+We spend a good amount of time looking for ways to be more accepting of change that seems to be moving faster and faster, the messy processes of life and our lack of control over them: what Buddhist’s call Impermanence.
One of the best guides we know is Pema Chodron, whose The Places that Scare You : A Guide to Fearlessness in Difficult Times offers many useful insights. We also love to visit the mysterious website, Japaaan.
There, we click “Choose File” to upload a photograph. When we click
, whose curiously poetic translation is ,
and our photo is transformed to look like it is from the Edo period (1600-1837), several hundred years ago.
In an instant, Improvised Life’s “laboratory“(above) became something from the past, and we did too…
That nothing is static or fixed, that all is fleeting and impermanent, is the first mark of existence. It is the ordinary state of affairs. Everything is in process. Everything—every tree, every blade of grass, all the animals, insects, human beings, buildings, the animate and the inanimate—is always changing, moment to moment.—Pema Chodron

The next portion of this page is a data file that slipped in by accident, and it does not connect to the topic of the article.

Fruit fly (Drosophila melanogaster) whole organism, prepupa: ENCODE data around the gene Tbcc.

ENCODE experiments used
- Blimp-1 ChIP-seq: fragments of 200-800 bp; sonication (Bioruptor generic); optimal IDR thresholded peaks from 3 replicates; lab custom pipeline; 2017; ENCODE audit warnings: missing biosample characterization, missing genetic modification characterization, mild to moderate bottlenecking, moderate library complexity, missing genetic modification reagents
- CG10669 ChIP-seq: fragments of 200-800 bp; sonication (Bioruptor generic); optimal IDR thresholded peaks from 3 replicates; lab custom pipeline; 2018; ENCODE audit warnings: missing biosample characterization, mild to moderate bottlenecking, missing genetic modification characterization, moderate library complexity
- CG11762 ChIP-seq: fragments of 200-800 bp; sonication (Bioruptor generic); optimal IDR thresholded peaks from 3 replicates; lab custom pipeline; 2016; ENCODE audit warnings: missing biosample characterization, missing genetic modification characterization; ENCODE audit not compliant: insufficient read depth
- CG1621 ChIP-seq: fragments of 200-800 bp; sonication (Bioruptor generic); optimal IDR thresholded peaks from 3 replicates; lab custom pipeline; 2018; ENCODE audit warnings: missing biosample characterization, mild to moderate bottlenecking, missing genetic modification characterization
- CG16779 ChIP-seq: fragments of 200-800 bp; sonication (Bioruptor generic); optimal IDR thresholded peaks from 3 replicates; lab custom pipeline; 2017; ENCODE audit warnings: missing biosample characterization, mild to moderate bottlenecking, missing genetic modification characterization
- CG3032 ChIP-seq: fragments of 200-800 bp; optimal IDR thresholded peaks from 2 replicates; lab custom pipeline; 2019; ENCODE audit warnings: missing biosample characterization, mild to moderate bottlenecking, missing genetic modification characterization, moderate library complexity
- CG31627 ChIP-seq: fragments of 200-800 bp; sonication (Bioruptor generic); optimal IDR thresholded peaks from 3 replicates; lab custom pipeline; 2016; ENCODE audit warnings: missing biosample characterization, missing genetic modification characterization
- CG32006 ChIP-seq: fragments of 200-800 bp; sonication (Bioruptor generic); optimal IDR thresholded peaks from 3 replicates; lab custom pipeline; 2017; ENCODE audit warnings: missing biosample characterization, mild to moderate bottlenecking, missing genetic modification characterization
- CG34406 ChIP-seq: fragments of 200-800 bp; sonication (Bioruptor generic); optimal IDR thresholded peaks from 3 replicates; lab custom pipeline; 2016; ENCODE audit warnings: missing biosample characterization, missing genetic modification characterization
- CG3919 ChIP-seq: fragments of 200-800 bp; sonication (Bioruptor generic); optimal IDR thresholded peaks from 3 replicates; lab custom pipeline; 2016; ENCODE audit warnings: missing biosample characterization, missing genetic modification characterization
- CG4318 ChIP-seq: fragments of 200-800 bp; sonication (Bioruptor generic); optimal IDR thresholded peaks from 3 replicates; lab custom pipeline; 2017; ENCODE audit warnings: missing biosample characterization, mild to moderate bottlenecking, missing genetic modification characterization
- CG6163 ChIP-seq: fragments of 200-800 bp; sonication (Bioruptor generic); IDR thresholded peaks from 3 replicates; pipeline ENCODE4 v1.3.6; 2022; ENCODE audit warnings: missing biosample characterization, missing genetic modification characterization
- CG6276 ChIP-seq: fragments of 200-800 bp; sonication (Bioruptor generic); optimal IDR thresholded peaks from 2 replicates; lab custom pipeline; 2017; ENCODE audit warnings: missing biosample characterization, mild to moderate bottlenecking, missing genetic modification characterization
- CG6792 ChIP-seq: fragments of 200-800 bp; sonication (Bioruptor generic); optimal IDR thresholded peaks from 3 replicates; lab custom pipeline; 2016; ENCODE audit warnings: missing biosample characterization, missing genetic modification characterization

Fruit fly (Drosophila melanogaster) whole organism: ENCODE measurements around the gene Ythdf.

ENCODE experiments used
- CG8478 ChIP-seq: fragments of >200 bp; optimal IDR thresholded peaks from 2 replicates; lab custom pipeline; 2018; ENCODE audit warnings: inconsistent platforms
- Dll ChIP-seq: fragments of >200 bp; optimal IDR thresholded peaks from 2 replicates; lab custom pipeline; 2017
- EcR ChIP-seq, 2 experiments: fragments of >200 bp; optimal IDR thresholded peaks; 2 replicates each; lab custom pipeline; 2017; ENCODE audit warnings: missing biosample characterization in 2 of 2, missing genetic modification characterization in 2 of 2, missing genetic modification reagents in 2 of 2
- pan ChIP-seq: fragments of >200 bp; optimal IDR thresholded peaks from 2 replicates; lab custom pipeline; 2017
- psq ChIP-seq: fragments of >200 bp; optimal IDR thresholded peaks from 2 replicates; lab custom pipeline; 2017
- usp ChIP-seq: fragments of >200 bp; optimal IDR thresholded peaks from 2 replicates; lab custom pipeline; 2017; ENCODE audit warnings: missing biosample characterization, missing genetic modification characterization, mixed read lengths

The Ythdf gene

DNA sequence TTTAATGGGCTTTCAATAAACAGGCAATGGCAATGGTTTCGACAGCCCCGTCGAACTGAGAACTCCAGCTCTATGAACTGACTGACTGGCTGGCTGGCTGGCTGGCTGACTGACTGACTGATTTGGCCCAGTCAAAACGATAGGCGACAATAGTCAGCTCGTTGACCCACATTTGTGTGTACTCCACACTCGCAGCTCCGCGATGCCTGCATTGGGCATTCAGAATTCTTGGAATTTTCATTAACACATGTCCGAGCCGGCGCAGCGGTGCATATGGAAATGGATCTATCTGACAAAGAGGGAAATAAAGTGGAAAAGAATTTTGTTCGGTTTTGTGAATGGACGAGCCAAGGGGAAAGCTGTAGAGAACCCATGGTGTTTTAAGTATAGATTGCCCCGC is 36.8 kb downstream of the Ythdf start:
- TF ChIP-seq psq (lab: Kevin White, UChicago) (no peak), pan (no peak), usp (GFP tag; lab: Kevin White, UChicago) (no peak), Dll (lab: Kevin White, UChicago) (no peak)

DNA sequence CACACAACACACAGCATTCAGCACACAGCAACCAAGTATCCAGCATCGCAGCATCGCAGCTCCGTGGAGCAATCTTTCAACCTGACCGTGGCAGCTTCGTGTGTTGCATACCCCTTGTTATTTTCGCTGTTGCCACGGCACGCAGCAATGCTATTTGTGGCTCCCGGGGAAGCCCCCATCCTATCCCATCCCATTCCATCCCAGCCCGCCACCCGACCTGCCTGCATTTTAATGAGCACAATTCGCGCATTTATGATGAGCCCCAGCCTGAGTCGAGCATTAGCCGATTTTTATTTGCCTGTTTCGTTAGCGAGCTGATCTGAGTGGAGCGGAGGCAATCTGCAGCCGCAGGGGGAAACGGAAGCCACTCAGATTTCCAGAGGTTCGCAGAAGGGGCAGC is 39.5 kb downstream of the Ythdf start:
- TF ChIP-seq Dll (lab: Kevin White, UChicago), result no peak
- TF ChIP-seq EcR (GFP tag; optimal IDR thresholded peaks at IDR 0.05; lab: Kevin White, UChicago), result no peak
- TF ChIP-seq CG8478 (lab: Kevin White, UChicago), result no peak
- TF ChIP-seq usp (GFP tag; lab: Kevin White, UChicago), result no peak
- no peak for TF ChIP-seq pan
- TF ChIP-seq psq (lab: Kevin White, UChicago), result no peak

This New Year’s reveler could be from a hundred years ago…and will be one day.
…what we struggle against all our lives can be acknowledged as ordinary experience. Life does continually go up and down. People and situations are unpredictable and so is everything else. Everybody knows the pain of getting what we don’t want: saints, sinners, winners, losers. I feel gratitude that [the Buddha] saw the truth and pointed out that we don’t suffer this kind of pain because of our personal inability to get things right.
…It means that life isn’t always going to go our way. It means there’s loss as well as gain. And we don’t like that.
Once I was changing jobs and houses at the same time. I felt insecure, uncertain, and groundless. Hoping that he would say something that would help me work with these changes, I complained to Trungpa Rinpoche about having trouble with transitions. He looked at me sort of blankly and said, “We are always in transition.” Then he said, “If you can just relax with that, you’ll have no problem.” —Pema Chodron